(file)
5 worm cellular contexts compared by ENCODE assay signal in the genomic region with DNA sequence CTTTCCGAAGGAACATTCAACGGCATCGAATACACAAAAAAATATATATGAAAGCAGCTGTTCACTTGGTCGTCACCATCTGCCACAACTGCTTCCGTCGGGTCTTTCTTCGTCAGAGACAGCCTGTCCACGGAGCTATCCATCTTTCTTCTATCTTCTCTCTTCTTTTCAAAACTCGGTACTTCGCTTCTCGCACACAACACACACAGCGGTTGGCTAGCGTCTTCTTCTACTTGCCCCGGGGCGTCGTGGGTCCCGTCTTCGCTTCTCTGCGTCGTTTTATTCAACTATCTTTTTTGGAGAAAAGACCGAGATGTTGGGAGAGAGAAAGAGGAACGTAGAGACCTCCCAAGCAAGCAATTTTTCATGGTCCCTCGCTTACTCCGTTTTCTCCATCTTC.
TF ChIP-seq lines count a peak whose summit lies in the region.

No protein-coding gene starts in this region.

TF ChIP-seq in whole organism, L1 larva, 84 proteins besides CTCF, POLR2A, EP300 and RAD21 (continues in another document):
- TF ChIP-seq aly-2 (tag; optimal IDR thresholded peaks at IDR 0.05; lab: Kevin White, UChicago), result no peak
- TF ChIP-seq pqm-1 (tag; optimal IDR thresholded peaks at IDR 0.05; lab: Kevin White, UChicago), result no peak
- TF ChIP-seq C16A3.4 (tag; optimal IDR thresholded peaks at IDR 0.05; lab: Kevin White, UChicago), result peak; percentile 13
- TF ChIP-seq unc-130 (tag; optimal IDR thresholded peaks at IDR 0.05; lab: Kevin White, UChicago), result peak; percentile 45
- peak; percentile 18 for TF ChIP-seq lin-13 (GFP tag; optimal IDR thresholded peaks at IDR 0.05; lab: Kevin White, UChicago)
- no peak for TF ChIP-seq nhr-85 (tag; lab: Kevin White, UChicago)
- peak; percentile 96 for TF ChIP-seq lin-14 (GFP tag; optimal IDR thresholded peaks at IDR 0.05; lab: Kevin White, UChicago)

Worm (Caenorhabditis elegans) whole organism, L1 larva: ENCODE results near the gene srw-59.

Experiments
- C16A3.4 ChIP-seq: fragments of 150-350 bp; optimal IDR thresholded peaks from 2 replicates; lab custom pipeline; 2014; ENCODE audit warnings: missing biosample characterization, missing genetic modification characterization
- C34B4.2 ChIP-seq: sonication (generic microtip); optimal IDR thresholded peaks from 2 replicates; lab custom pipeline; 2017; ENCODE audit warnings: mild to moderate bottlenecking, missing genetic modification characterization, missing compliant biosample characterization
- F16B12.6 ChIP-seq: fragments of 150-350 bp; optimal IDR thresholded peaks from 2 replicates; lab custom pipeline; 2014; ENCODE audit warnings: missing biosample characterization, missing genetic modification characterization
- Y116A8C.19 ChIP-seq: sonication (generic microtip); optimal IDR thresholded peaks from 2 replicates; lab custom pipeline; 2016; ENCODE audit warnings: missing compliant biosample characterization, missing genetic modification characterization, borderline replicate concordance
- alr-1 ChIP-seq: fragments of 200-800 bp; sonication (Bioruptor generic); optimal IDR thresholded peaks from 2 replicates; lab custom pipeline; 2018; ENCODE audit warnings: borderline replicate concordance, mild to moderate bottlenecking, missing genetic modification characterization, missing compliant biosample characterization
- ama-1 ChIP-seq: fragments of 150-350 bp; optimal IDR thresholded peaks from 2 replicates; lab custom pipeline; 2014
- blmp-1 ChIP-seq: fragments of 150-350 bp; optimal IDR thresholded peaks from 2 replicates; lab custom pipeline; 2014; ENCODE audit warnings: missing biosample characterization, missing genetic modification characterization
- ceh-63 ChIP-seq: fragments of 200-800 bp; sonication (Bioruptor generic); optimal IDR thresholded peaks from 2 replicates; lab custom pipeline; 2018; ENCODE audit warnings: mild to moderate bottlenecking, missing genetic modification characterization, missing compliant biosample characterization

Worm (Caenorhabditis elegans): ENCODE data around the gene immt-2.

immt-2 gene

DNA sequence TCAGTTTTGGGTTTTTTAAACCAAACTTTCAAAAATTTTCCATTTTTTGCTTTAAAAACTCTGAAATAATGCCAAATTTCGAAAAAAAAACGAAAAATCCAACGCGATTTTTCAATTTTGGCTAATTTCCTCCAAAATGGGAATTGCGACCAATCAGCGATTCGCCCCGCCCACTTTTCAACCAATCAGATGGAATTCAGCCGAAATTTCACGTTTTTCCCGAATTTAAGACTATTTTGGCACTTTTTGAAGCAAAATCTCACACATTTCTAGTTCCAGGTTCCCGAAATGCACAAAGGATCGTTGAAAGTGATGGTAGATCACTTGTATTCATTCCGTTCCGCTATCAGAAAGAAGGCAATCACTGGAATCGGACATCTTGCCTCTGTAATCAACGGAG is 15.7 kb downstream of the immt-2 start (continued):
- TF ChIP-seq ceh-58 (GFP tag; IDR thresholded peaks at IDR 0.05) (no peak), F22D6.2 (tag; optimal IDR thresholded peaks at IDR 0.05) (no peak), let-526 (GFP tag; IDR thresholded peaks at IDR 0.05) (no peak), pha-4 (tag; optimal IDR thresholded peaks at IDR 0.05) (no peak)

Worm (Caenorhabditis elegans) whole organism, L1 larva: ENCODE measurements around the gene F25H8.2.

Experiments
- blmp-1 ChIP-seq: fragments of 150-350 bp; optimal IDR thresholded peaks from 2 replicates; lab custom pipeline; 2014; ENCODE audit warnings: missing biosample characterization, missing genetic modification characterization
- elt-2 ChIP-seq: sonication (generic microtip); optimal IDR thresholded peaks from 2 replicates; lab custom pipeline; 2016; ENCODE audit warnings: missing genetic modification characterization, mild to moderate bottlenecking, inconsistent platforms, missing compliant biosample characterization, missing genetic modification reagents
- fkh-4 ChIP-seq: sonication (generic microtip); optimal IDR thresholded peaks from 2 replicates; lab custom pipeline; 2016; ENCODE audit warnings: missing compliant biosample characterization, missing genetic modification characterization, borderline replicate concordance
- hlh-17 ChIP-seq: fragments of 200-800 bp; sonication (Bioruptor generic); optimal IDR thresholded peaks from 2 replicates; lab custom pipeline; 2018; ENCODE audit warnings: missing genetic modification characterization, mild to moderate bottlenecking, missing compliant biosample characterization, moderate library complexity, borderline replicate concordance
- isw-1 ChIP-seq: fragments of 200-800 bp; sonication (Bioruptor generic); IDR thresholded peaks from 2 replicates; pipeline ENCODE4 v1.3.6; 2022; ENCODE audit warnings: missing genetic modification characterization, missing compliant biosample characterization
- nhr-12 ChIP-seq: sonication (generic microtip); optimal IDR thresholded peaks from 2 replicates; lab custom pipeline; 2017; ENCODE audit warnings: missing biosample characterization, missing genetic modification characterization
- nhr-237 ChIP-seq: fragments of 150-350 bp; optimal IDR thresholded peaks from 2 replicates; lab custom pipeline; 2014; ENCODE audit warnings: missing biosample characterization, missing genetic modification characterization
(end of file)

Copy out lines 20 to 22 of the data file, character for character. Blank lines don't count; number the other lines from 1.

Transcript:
- blmp-1 ChIP-seq: fragments of 150-350 bp; optimal IDR thresholded peaks from 2 replicates; lab custom pipeline; 2014; ENCODE audit warnings: missing biosample characterization, missing genetic modification characterization
- ceh-63 ChIP-seq: fragments of 200-800 bp; sonication (Bioruptor generic); optimal IDR thresholded peaks from 2 replicates; lab custom pipeline; 2018; ENCODE audit warnings: mild to moderate bottlenecking, missing genetic modification characterization, missing compliant biosample characterization

Worm (Caenorhabditis elegans): ENCODE data around the gene immt-2.